Class structures are reproduced in the United Kingdom by the function public schools play in socialising the future elite of the country. Efforts are repeatedly made to alter the educational structure. There is talk about opening up a Stuart Mill Academy to alleviate this problem of social injustice. In addition, the UK has problems with schools due to dealing with unresolved ethical tensions and multi-cultural communities while wishing to impose an only British educational pattern. Since 2005 there has been noticed a turning point in how hidden racial tensions are smothered by models practiced at schools to give everyone a notion of British identity. This means emphasis is put upon preserving and perpetuating an ideal character of the individual who can exist within society without ever taking on, politically speaking, the traditional caste in power over centuries. The key emblem here is the Queen and extended to the kind of society existing due to the existence of Royalty a fortitude which came out during the bombings on the London Tube system in 2005. Despite London having become multi-cultural, it was over and again propagated via radio and television that the British character prevailed. This open myth leaves no space for other forms of expression. It is as if the education system is stuck like a broken record on a version of nationhood not really in tune with the 21st century. Rather a resurgance of the extreme Conservatism in both the good and aloof way can be observed. It follows the idea expressed already by Hume that people are best governed if they follow habits for that makes them sovereign. In other words, they exert so much self control that no other enforcement of the system behind such habits is needed. It explains why there is an unwritten constitution and basically the law what everyone agrees upon as being in need of being applied. At the same time, the security system has gone out of bounds but then these things are expected to be accepted as oddity of the British character. This is how things cannot be questioned. The education system proves here to be a most stable base for reproducing the class structure in England and of everything which goes with it.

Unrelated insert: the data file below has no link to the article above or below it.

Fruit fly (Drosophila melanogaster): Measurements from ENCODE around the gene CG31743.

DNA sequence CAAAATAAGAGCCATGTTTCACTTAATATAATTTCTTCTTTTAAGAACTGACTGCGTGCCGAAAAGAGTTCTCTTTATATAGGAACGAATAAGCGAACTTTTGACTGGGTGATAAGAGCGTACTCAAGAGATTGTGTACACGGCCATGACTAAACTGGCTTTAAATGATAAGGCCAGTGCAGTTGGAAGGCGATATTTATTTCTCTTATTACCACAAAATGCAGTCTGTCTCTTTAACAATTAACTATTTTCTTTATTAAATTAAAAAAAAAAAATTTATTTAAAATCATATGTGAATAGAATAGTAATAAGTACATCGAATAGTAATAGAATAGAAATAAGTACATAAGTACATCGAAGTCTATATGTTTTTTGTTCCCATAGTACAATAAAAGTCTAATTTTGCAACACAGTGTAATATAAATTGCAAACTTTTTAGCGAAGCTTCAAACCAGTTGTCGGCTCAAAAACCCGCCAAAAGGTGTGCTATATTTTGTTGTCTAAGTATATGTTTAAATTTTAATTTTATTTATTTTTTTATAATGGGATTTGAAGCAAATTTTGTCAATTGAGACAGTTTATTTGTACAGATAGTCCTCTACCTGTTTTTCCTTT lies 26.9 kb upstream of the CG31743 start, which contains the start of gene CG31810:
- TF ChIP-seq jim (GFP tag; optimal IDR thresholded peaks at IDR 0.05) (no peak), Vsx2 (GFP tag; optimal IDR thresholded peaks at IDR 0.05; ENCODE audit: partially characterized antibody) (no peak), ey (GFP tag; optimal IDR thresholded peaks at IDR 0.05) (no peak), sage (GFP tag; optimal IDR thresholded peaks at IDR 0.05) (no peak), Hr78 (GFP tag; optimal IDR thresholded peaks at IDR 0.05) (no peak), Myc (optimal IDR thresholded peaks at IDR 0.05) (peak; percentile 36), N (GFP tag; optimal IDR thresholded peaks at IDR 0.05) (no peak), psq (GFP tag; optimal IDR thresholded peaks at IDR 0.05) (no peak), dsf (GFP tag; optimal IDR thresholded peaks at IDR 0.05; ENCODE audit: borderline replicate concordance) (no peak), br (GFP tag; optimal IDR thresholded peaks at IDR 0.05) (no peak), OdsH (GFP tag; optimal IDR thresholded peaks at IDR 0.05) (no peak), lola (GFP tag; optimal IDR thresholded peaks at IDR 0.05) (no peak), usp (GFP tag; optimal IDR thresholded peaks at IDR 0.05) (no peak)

HF 29.5.2010